[0016] Hydroentanglement results in portions of the precursor web being displaced from on top of the three-dimensional surface elements of the imaging surface to form an imaged and patterned nonwoven fabric. Following the imaging station in FIG. 1, the imaged nonwoven layer is dyed by any commonly known practice such as a jet dying or stock dying. In an alternate process of the invention, the imaged nonwoven fabric is wound into a roll and transferred to a separate practicable printing means.

[0017] Depending on the amount of hydroentangling performed on the nonwoven fabric, the laundered end product will have more or less of a distressed texture. It is believed that the nonwoven fabric has a small degree of fiber movement occurring and the movement of the fiber in a wet environment (under relaxed conditions) allows the fibers to move relative to the planar construction of the nonwoven fabric causing the fabric to “pucker” and appear distressed. The more the nonwoven fabric is hydroentangled, the more restricted in movement the fibers are and therefore, the fabric appears less distressed.

[0018] Coloration of the fabric will affect the amount of texture since colors can obfuscate or accentuate the wrinkles due to light refraction. The amount of texture in the fabric is also affected by the fiber type or fiber blend that makes up the fabric. Dissimilar fibers react or behave differently to hydroentanglement and therefore the laundered end product will have more or less texture depending on the fiber type.

[0019] It is known to one skilled in the art that polyester fibers entangle better than lyocell, cotton, or rayon fibers, therefore the resultant laundered end-products comprised of 100% polyester have less of a distressed texture compared to a fabric comprised of 100% lyocell fabric. It can also be concluded that fabrics comprised of polyester blends would be more entangled and have less fiber movement when laundered than a fabric comprised of 100% cotton. Due to the limited fiber movement, the fabrics comprised of polyester blends would have less texture after laundered.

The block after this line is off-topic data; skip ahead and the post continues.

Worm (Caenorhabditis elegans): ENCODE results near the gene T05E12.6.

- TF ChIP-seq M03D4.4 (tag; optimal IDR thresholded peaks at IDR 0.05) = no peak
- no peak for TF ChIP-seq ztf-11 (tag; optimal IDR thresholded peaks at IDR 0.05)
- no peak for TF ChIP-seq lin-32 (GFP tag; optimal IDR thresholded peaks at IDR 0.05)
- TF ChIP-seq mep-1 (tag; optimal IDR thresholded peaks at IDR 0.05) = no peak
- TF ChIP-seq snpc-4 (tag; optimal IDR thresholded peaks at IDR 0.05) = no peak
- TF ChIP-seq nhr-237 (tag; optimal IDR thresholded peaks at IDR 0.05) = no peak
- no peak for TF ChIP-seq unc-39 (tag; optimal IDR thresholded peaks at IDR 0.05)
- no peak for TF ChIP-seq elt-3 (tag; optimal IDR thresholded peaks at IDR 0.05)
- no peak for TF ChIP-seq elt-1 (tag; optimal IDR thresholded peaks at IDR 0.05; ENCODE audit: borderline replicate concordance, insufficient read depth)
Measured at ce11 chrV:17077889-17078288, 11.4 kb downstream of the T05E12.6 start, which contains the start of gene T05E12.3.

[0020] It is believed that the laundered nonwoven of the present invention becomes textured due to differential shrinkage of the different fiber types during the wetting process, home laundering, or commercial laundering of a garment or roll good. It is also believed that a nonwoven fabric of a single fiber composition, such as cotton, or fibrous blends, become textured due to several zones of micro-delaminations that does not have an deleterious effect on the overall integrity of the fabric. It is believed that slippage between fibers creates the permanently distressed appearance of the present fabric when it is subjected to laundering during fabric manufacture. Such slippage can be increased when there is a lack of compatibility of the fibers, such as by use of fibers having differing surface characteristics for fabric formation. This can include fibers having differing compositions, or fibers having differing surface finishes.

[0021] The nonwoven fabric utilized in the present invention may be a composite or laminate comprised of fibers selected from either synthetic or natural fibers or a combination thereof. Synthetic fibers may be selected from a group of thermoplastic polymers such as polyesters, polyamides, polyolefins, such as polyethylene or polypropylene, their derivatives and combinations thereof. The fibers may also be cellulosic in nature such as cotton, wood pulp, or rayon. The nonwoven fabric may also be a blend of said synthetic and natural fibers. The fibers may be splittable fibers or fibers of differing geometric configurations. Preferred fibrous blends of the present invention include the combinations of cotton, rayon, polyester, and lyocell fibers; Lyocell fibers are man-made fibers made of wood pulp and available commercially under the name Tencel® as a registered to Courtaulds PLC Corporation of London, England.